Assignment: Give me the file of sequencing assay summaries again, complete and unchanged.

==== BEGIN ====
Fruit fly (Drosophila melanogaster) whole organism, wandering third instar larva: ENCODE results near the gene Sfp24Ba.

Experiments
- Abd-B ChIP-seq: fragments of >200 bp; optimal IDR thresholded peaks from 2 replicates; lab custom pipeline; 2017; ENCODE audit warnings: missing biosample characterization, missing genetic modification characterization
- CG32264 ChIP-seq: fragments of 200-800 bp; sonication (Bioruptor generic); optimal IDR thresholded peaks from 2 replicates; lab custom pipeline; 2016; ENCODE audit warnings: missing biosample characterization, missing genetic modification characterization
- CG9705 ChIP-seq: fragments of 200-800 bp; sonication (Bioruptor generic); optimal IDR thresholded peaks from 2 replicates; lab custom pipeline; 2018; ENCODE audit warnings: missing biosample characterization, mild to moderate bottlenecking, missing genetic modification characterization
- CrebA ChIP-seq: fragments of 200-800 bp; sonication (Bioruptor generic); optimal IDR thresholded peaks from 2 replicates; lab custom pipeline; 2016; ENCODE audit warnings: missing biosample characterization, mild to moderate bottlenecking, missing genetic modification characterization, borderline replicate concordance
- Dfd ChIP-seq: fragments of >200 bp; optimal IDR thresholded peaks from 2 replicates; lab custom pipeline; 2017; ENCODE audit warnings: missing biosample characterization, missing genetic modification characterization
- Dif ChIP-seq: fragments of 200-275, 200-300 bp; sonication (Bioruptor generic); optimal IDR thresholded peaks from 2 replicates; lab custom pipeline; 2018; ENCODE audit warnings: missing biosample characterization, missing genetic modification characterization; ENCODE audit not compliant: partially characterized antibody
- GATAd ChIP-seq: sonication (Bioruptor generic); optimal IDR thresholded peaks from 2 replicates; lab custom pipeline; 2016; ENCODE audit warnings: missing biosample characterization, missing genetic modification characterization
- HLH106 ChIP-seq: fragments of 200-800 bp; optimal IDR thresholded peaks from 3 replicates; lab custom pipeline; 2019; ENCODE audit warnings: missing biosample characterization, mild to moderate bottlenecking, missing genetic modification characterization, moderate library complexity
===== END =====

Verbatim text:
Fruit fly (Drosophila melanogaster) whole organism, wandering third instar larva: ENCODE results near the gene Sfp24Ba.

Experiments
- Abd-B ChIP-seq: fragments of >200 bp; optimal IDR thresholded peaks from 2 replicates; lab custom pipeline; 2017; ENCODE audit warnings: missing biosample characterization, missing genetic modification characterization
- CG32264 ChIP-seq: fragments of 200-800 bp; sonication (Bioruptor generic); optimal IDR thresholded peaks from 2 replicates; lab custom pipeline; 2016; ENCODE audit warnings: missing biosample characterization, missing genetic modification characterization
- CG9705 ChIP-seq: fragments of 200-800 bp; sonication (Bioruptor generic); optimal IDR thresholded peaks from 2 replicates; lab custom pipeline; 2018; ENCODE audit warnings: missing biosample characterization, mild to moderate bottlenecking, missing genetic modification characterization
- CrebA ChIP-seq: fragments of 200-800 bp; sonication (Bioruptor generic); optimal IDR thresholded peaks from 2 replicates; lab custom pipeline; 2016; ENCODE audit warnings: missing biosample characterization, mild to moderate bottlenecking, missing genetic modification characterization, borderline replicate concordance
- Dfd ChIP-seq: fragments of >200 bp; optimal IDR thresholded peaks from 2 replicates; lab custom pipeline; 2017; ENCODE audit warnings: missing biosample characterization, missing genetic modification characterization
- Dif ChIP-seq: fragments of 200-275, 200-300 bp; sonication (Bioruptor generic); optimal IDR thresholded peaks from 2 replicates; lab custom pipeline; 2018; ENCODE audit warnings: missing biosample characterization, missing genetic modification characterization; ENCODE audit not compliant: partially characterized antibody
- GATAd ChIP-seq: sonication (Bioruptor generic); optimal IDR thresholded peaks from 2 replicates; lab custom pipeline; 2016; ENCODE audit warnings: missing biosample characterization, missing genetic modification characterization
- HLH106 ChIP-seq: fragments of 200-800 bp; optimal IDR thresholded peaks from 3 replicates; lab custom pipeline; 2019; ENCODE audit warnings: missing biosample characterization, mild to moderate bottlenecking, missing genetic modification characterization, moderate library complexity